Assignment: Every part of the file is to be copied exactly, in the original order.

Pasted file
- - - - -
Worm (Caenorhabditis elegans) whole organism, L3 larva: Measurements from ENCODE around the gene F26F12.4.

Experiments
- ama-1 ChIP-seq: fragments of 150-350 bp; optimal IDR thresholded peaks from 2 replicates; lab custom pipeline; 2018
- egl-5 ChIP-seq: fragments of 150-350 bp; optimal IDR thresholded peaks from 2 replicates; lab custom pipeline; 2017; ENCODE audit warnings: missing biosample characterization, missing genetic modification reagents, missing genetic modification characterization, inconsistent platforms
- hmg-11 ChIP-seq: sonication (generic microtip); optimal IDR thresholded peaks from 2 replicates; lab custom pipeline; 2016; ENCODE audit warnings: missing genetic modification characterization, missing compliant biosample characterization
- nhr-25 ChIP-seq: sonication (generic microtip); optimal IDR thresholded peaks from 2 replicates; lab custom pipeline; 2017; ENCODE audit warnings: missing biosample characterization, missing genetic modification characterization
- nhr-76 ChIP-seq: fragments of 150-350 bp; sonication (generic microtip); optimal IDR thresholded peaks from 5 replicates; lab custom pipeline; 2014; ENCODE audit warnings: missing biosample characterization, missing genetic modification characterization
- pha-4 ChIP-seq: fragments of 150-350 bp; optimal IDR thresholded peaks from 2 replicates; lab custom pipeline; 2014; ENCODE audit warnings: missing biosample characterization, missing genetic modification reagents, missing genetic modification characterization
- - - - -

Worm (Caenorhabditis elegans) whole organism, L3 larva: Measurements from ENCODE around the gene F26F12.4.

Experiments
- ama-1 ChIP-seq: fragments of 150-350 bp; optimal IDR thresholded peaks from 2 replicates; lab custom pipeline; 2018
- egl-5 ChIP-seq: fragments of 150-350 bp; optimal IDR thresholded peaks from 2 replicates; lab custom pipeline; 2017; ENCODE audit warnings: missing biosample characterization, missing genetic modification reagents, missing genetic modification characterization, inconsistent platforms
- hmg-11 ChIP-seq: sonication (generic microtip); optimal IDR thresholded peaks from 2 replicates; lab custom pipeline; 2016; ENCODE audit warnings: missing genetic modification characterization, missing compliant biosample characterization
- nhr-25 ChIP-seq: sonication (generic microtip); optimal IDR thresholded peaks from 2 replicates; lab custom pipeline; 2017; ENCODE audit warnings: missing biosample characterization, missing genetic modification characterization
- nhr-76 ChIP-seq: fragments of 150-350 bp; sonication (generic microtip); optimal IDR thresholded peaks from 5 replicates; lab custom pipeline; 2014; ENCODE audit warnings: missing biosample characterization, missing genetic modification characterization
- pha-4 ChIP-seq: fragments of 150-350 bp; optimal IDR thresholded peaks from 2 replicates; lab custom pipeline; 2014; ENCODE audit warnings: missing biosample characterization, missing genetic modification reagents, missing genetic modification characterization